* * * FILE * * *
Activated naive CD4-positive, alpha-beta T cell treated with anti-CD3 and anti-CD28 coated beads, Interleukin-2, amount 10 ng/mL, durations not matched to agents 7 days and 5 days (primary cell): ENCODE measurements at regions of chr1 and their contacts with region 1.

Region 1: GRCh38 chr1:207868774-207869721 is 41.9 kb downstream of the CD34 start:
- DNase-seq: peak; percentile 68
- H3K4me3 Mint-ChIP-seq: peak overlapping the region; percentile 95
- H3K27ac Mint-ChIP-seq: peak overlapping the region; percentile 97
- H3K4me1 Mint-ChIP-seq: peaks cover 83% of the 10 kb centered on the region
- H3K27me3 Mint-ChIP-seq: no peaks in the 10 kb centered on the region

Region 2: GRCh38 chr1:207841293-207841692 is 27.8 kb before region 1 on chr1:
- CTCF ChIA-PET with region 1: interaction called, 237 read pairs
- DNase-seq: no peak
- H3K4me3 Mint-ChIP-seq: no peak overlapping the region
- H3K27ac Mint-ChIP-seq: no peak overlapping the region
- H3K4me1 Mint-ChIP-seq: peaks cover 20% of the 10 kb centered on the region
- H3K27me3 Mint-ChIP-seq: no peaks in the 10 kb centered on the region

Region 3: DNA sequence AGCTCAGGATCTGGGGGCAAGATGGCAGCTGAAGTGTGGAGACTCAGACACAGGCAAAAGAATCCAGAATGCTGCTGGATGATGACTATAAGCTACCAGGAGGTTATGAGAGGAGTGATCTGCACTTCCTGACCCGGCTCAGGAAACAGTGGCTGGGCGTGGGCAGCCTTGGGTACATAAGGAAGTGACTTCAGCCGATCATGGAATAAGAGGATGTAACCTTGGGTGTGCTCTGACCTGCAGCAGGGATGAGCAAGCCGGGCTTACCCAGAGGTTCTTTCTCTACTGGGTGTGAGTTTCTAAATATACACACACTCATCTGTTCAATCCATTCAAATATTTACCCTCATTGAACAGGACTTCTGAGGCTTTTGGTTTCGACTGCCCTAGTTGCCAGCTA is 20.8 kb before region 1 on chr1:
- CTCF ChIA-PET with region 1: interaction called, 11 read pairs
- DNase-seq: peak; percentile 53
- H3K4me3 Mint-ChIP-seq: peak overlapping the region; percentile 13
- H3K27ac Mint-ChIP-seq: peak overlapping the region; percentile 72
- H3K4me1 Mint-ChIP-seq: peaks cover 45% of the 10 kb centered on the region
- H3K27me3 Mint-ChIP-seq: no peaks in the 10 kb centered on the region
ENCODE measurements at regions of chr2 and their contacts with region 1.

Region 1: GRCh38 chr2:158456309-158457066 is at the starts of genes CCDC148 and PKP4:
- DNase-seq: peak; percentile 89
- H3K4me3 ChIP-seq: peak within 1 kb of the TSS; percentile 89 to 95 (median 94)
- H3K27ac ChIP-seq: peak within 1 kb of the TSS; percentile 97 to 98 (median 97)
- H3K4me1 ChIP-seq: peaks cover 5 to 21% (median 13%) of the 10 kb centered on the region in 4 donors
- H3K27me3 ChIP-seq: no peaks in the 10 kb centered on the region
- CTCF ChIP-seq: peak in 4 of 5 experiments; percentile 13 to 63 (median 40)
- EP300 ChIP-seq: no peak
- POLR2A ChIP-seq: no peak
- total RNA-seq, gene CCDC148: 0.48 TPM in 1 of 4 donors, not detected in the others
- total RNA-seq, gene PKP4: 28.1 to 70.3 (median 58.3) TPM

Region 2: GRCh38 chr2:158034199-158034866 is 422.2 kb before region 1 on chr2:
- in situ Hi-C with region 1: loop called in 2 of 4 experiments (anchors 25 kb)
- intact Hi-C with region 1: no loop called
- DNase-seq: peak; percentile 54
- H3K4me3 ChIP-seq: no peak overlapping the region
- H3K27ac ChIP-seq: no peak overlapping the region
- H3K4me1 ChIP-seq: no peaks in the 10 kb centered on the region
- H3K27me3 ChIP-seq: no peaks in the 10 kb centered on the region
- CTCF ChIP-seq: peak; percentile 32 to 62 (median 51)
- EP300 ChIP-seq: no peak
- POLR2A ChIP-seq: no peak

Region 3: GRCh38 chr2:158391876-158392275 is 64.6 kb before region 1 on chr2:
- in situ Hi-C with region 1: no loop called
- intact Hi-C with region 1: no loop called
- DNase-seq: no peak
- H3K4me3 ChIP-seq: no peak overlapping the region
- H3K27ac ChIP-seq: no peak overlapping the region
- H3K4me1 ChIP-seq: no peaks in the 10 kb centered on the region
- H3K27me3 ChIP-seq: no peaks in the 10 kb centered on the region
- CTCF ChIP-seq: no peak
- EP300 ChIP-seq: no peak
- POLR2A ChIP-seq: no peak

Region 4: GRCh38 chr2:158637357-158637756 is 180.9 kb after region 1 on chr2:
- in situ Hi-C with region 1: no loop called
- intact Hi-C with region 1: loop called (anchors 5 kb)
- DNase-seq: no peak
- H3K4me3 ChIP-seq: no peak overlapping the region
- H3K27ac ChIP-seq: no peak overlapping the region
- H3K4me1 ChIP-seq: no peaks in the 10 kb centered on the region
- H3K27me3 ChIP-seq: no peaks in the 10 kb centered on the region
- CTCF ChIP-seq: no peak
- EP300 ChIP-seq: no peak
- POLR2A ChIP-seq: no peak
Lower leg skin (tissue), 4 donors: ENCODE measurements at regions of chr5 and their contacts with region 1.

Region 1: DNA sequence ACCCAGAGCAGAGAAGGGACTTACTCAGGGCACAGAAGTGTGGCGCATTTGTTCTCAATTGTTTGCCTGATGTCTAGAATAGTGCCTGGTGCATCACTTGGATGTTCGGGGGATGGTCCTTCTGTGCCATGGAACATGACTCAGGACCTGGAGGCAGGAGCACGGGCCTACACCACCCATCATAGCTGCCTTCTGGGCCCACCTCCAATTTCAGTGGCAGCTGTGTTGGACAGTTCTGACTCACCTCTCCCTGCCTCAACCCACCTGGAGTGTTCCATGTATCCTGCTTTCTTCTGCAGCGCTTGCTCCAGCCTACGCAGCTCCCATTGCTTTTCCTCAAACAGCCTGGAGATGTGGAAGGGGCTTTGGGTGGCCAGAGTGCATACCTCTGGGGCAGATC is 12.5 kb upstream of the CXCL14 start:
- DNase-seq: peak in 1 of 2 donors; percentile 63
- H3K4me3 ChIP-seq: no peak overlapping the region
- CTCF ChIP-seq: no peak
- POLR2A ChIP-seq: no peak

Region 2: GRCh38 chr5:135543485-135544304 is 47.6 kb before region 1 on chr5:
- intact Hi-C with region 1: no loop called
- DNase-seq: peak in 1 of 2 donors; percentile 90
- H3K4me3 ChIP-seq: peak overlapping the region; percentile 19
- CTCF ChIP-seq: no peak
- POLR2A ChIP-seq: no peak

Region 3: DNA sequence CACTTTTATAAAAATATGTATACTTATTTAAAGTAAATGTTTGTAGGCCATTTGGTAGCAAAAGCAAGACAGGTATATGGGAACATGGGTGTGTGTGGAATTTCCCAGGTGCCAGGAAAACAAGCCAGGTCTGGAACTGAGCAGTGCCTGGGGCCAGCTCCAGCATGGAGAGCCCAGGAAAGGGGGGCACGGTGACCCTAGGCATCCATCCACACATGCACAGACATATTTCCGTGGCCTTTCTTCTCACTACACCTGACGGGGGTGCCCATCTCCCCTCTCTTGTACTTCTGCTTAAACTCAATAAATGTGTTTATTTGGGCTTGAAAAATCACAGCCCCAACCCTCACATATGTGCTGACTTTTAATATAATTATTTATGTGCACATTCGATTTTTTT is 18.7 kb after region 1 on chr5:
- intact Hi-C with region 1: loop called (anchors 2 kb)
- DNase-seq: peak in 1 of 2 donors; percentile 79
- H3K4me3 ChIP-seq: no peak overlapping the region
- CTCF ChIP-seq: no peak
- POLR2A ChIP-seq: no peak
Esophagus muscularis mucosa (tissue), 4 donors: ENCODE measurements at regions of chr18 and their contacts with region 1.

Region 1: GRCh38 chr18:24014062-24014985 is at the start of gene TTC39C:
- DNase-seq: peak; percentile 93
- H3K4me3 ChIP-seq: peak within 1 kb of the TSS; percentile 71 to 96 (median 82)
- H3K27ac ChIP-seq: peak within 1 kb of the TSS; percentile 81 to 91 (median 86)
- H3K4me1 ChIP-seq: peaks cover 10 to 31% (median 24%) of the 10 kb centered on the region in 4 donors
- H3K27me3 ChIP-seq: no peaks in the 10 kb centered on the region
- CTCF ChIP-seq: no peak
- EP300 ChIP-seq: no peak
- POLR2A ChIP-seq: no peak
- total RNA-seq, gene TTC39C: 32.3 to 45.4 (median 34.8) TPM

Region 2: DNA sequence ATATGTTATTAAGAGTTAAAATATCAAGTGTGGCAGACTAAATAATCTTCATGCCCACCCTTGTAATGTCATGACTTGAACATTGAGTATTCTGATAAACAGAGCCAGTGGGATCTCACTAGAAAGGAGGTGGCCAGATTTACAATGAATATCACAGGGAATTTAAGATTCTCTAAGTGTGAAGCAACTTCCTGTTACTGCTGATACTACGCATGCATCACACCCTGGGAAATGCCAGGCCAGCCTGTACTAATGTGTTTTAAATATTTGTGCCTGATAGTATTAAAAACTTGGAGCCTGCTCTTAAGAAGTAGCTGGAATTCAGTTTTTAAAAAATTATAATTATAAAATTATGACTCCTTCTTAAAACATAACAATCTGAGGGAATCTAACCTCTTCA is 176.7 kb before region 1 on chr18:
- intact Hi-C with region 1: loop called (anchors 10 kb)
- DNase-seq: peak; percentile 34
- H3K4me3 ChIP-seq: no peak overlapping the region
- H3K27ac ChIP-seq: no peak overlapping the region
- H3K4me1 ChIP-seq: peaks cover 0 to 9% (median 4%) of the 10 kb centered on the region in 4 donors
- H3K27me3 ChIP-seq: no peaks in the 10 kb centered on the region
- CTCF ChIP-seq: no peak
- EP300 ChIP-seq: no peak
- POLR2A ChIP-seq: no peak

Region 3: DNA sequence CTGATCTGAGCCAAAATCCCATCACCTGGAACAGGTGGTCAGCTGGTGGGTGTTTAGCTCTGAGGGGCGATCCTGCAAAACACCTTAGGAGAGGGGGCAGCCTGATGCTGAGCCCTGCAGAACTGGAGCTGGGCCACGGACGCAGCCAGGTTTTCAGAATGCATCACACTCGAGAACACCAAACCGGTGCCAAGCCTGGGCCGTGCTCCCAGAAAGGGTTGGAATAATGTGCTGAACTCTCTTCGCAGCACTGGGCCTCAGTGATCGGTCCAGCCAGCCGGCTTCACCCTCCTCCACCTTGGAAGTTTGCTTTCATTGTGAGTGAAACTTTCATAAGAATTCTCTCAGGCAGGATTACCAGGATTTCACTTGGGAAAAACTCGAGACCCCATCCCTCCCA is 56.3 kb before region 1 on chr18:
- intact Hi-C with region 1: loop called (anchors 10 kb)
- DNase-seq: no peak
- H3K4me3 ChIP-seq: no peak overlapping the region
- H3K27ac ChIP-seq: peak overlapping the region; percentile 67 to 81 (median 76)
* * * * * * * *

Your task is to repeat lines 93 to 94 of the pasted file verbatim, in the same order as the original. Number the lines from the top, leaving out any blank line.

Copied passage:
- EP300 ChIP-seq: no peak
- POLR2A ChIP-seq: no peak